Israel, Gaza, and the Estelle: more high seas lawlessness
Once again, Israel has illegally intercepted and boarded a vessel bound for Gaza with humanitarian supplies, this time with a modest contingent of 30 aboard, including former Canadian MP Jim Manly. The ship was in international waters when it was surrounded by six IDF boats and, as with its predecessor, redirected to the Israeli port of Ashdod. (See video of the interdiction below.)
Of course, none of this is unexpected. Of course, these sailings involve a high level of theatrics at this point, designed as they are to draw continued attention to the Israeli blockade of Gaza. Of course, those on board the Estelle expected to be stopped, and the organizers do themselves no favours by claiming the ship was attacked. Thankfully, this time there appears to have been no violence. (Update: This Italian passenger says it wasn’t exactly peaceful, either.)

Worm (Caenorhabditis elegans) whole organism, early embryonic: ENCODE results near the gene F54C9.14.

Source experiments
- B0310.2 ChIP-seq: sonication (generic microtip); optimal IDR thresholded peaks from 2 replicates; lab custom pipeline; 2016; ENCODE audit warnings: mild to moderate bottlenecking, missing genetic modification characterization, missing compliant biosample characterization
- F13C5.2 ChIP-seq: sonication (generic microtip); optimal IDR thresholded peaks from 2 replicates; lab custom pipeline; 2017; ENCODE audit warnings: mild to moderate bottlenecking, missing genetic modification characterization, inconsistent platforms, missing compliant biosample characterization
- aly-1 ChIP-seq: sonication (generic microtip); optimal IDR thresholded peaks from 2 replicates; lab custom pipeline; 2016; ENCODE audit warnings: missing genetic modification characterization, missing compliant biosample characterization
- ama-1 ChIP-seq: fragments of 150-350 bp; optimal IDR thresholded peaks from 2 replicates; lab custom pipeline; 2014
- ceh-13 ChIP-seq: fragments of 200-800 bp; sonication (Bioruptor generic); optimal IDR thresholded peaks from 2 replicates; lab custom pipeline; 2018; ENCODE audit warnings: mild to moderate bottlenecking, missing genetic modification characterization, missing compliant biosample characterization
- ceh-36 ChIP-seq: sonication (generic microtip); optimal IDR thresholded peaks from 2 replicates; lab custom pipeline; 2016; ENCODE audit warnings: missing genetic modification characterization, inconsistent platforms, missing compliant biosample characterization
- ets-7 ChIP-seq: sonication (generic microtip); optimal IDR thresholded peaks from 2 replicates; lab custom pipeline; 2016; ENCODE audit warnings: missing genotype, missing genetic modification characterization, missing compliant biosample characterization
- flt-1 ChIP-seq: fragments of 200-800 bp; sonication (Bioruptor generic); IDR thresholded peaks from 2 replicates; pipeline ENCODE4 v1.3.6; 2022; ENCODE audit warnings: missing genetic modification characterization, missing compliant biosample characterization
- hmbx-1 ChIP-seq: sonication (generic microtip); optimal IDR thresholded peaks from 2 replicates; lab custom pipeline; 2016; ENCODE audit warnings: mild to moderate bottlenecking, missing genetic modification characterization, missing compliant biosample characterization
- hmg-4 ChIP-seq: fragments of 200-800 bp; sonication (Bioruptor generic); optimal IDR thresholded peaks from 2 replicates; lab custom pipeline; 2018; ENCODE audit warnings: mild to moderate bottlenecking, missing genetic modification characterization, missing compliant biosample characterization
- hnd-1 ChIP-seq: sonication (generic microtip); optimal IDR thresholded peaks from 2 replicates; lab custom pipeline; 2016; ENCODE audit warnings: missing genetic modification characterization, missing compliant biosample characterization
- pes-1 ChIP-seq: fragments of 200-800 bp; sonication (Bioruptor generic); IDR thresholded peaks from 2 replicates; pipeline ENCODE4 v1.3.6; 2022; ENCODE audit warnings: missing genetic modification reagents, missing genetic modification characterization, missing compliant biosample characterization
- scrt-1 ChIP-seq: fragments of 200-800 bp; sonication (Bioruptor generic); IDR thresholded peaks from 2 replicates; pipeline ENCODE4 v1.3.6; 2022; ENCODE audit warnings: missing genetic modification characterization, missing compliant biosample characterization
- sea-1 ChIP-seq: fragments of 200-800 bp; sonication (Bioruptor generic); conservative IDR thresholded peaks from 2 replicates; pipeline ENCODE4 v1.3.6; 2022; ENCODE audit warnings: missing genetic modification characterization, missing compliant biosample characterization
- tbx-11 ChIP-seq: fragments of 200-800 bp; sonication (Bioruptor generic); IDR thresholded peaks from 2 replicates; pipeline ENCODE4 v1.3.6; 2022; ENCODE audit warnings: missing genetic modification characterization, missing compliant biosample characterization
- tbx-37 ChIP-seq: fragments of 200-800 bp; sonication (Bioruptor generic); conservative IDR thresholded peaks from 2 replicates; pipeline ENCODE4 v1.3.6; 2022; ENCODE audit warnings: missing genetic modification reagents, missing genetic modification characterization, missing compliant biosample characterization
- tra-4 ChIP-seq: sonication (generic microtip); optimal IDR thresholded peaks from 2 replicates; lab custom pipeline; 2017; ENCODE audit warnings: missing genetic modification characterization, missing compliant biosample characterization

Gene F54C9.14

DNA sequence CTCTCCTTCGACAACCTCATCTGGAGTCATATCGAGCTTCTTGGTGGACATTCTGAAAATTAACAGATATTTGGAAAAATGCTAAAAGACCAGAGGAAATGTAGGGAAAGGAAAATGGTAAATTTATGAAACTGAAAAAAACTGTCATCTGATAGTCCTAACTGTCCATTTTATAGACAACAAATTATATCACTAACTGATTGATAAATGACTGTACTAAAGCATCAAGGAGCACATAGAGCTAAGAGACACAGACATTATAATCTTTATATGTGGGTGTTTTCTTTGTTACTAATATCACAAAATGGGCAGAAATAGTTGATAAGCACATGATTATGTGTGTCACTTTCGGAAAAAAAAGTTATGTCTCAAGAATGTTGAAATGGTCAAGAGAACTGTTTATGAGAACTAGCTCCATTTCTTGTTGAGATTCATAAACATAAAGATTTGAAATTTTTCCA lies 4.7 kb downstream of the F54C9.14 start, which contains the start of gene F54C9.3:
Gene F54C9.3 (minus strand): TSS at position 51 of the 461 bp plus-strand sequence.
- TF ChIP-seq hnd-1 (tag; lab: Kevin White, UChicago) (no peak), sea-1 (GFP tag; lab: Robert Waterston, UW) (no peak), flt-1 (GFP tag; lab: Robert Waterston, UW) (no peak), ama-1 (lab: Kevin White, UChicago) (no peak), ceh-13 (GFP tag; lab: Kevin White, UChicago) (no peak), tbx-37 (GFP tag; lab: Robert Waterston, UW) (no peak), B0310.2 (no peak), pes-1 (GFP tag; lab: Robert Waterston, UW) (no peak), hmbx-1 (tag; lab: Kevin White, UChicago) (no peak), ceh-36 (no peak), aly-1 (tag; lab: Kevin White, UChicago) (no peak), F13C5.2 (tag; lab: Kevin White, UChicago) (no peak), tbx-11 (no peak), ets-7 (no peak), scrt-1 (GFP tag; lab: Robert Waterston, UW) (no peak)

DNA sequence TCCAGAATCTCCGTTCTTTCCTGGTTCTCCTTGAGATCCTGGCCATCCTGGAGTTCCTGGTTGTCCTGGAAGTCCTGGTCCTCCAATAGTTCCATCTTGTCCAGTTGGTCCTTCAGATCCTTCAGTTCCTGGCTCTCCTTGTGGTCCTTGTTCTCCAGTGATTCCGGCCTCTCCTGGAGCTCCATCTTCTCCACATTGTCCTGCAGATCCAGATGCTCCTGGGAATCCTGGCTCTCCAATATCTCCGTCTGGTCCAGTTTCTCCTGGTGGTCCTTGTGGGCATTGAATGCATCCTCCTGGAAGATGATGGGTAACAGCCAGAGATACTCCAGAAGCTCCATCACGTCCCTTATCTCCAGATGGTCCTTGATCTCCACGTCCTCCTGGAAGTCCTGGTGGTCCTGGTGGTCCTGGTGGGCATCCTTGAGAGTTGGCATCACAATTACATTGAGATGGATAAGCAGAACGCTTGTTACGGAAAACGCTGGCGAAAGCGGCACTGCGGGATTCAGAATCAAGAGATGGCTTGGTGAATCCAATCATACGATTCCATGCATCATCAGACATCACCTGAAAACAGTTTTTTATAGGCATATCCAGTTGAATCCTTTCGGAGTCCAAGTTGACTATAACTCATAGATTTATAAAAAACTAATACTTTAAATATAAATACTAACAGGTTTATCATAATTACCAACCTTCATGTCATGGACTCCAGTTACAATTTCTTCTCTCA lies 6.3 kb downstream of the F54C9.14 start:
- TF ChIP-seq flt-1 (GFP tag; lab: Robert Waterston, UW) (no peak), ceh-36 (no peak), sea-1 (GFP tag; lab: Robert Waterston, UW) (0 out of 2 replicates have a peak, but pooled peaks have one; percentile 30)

But none of this excuses the lawlessness of Israel’s action. The vessel was 30 miles off the coast of Gaza, well outside territorial waters; in any event, the territory in question doesn’t belong to Israel. The Israeli Defence ministry immediately claimed the seizure was legal, perhaps drawing courage in its lie from the Palmer Report, which the UN released in the wake of the Mavi Marmara debacle, and which called Israel’s naval blockade “a legitimate security measure.” The Palmer Commission, however, had no authority to rewrite maritime law, which is perfectly clear: A “warship” only has the right to interdict and board the vessel of another nation (the Estelle is sailing under the Finnish flag) if it can reasonably be suspected of engaging in arms and drug smuggling, the slave trade, or terrorist activities. Plainly, the Estelle can’t be.
What Israel has done isn’t technically piracy, which UNCLOS defines as action for “private ends.” Nevertheless, every time Israel sends its sailors out to do this, it de facto turns them into pirates — and sometimes worse.
Their action is of a piece with those of the U.S., another rogue nation, which routinely violates the airspace of other countries with its murderous drones (aimed at targets plucked from its President’s extrajudicial “kill list”) while passing laws that violate its own constitution. We have entered an age when the state, which is meant to maintain the rule of law, is increasingly its most flagrant violator. In short, we are all on board the Estelle now.